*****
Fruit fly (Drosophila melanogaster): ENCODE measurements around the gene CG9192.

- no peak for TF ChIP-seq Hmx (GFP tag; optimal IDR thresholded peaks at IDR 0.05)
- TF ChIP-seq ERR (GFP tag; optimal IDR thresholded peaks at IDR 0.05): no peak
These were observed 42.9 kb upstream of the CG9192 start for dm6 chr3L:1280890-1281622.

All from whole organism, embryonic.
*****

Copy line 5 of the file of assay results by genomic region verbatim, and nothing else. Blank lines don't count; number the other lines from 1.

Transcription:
All from whole organism, embryonic.